Fifteen UAA students with disabilities were recognized Tuesday for their academic achievements in a small ceremony in the Consortium Library. They are charter members of a group that aims to create role models and advocates for students with disabilities.
"This is the beginning. We're starting from scratch," said Karen Andrews, UAA's director of Disability Support Services, who helped launch the local chapter of Delta Alpha Pi International Honor Society.
"Our goal is to erase, eradicate, eliminate stereotypes."
Zach Christy, a history and pre-law major in his third year, was among those who received certificates and compliments from administrators during the brief event. He said the moment took on more significance for him as it unfolded.
"It didn't really hit me until I got my certificate that this is something that I should actually be very proud of," Christy said. "As a kid who couldn't read until he was 8, it's a pretty big deal."
Christy recalled childhood struggles before he was diagnosed with dyslexia, a learning disability that affects language skills. He said social isolation compounded the problem.
"It was incredibly discouraging, until I figured out that I actually had a reason for all of that," Christy said.
Now with an eye toward graduate school, Christy adapts with a commitment to time spent studying, sometimes by listening to audio files of lectures. He hopes to remain active in the honor society, which he called a "community of solidarity" for students with very different circumstances.
That's the outcome Andrews is hoping for. She said many capable students with disabilities might come to college from miserable experiences in school. Others have trouble disclosing a traumatic brain injury, a mental illness or a physical limitation that might otherwise be invisible.
Andrews said Disability Support Services at UAA assists about 450 students each year. But she said statistics indicate there are likely twice as many disabled students at UAA than have registered for help. The example set by Delta Alpha Pi's first members, she hopes, might help reach them.
"That's why this honor society was birthed, to get rid of those stigmas so that students will come forth to get the accommodations they need so they can have a level playing field to be successful," she said.
Accounting major Karen Denton was one of the students who pledged to advance the rights of students with disabilities after hosts lit ceremonial candles. She said she felt overwhelmed.
"It's amazing to be doing something first and something that's important," Denton said.
Multiple sclerosis ended Denton's military career as a helicopter mechanic after she returned from a Kuwait deployment with the Alaska National Guard in 2013, she said. After her diagnosis in 2015, she decided she needed more skills.
"It took away the job I love," she said.
Denton makes a point of talking to each new instructor when she starts a class, she said. She explains that she sometimes slurs her words or sits crooked in her seat, and that it can be difficult to write for long periods of time. When nerves spasm on the left side of her face, it can lead to pain and blurry vision.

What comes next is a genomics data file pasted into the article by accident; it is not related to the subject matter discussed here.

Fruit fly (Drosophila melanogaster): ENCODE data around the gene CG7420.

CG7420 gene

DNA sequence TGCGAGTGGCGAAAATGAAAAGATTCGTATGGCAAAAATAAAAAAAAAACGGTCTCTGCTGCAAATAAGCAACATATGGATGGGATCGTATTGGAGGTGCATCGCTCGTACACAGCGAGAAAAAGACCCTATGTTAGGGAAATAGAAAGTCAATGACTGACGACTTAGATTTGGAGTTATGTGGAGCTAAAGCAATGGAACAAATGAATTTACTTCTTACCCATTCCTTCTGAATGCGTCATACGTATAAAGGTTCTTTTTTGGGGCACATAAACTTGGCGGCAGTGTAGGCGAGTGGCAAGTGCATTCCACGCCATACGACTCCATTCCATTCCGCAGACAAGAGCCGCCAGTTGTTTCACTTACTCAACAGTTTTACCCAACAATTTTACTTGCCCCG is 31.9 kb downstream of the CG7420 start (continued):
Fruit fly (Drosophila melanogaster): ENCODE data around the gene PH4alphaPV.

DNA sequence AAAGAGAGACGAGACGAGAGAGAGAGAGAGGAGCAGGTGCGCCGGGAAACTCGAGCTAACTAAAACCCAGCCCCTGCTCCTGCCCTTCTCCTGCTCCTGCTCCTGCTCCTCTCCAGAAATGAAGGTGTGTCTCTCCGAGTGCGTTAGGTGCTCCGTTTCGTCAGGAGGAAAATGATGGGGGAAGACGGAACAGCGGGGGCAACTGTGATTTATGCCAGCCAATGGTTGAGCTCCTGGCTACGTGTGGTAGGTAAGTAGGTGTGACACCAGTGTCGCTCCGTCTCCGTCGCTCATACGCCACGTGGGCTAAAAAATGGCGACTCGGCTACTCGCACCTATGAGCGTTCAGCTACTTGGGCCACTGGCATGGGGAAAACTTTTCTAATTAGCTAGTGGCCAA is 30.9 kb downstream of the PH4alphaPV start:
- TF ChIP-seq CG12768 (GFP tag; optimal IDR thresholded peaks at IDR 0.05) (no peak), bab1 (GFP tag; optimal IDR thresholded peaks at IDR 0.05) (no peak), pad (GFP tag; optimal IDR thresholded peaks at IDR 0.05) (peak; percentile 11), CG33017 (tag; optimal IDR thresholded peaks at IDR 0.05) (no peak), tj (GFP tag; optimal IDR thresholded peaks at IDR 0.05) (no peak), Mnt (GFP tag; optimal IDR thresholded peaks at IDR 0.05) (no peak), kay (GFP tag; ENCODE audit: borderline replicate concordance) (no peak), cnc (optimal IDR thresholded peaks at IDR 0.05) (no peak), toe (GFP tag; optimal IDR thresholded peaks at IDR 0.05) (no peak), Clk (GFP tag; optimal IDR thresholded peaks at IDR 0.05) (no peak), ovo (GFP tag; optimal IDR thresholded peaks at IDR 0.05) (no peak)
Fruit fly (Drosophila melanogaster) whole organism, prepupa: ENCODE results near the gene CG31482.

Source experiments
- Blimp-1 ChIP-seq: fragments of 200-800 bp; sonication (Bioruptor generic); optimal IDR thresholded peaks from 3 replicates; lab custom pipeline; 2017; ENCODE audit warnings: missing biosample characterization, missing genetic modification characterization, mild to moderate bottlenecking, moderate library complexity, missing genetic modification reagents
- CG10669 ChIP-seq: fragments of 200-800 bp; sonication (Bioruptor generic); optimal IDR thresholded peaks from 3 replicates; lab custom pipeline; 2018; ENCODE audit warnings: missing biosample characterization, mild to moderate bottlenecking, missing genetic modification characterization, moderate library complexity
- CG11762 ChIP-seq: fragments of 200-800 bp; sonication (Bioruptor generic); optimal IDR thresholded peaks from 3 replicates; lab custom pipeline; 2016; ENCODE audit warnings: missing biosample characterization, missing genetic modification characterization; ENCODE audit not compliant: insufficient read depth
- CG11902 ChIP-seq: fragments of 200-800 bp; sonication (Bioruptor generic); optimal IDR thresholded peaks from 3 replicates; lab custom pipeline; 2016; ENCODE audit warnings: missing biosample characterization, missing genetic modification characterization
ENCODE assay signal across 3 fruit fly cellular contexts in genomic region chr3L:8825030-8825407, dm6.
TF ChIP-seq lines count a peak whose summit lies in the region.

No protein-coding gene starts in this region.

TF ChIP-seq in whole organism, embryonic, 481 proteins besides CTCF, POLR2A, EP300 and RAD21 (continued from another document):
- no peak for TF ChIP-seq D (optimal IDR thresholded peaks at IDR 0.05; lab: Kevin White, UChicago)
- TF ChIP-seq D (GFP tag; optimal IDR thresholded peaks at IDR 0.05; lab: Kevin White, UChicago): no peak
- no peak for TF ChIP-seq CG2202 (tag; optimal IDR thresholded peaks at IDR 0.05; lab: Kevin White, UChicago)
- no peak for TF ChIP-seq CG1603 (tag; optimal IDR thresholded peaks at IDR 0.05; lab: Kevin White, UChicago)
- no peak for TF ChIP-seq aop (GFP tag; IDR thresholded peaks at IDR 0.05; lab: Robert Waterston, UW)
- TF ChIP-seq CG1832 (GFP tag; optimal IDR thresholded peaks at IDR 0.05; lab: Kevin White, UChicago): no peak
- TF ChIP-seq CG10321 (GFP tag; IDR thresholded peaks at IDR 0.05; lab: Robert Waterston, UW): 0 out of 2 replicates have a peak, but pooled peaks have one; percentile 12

"If I can't see, I can't read. And if I can't read, there ain't no studying going on," she said.
Denton, who was once removed from a non-UAA class because a teacher mistook her for being intoxicated, is now waiting on callbacks for job interviews as she nears graduation. She spoke highly of the help she has received at UAA, including audio files of textbooks and the use of a special room that limits sensory stimulation.
She hopes her experience will matter to future students in similar circumstances.
"It doesn't really matter how individualized your issues may be, these people are here to help. And you absolutely can do this, especially at UAA," she said.
As members socialized over hors d'oeuvres, several said the ceremony and recognition stirred emotions.
Clinton Boyer said confronting post-traumatic stress disorder and anxiety has meant studying every day of the week. It's a long way from how he used to feel about school.
"I never felt like I belonged in school and never really expected college," said Boyer, adding that he has a 4.0 grade-point average.
Stacy Hawkins, 53, had been out of school for 34 years before enrolling at UAA. She's coping with PTSD as well as liver complications, but she's also making progress in her accounting studies while she works full time. As she received her certificate, she carried a framed photograph of her two sons, one who died in 2001 and the other who died in 2015.
"I know they'd be proud of me," Hawkins said.
Andrews said Delta Alpha Pi, founded in 2004 at East Stroudsburg University in Pennsylvania, has 120 chapters nationwide. This is its first in Alaska. Soon, the group will select its leaders and consider its goals.
"This is student driven. They're going to decide what their objectives are and what they want to focus on," she said.
Journalism and communications major Katherine Irwin said she looked forward to representing other deaf people and, hopefully, improving lives. With help from sign-language interpreter Brenna Povelite, Irwin said she has long confronted misconceptions about her abilities, even in her own family.
"My whole life there's been a lot of stigma around being deaf. People think that I can't do things, and I can," Irwin said.
"Of course I can."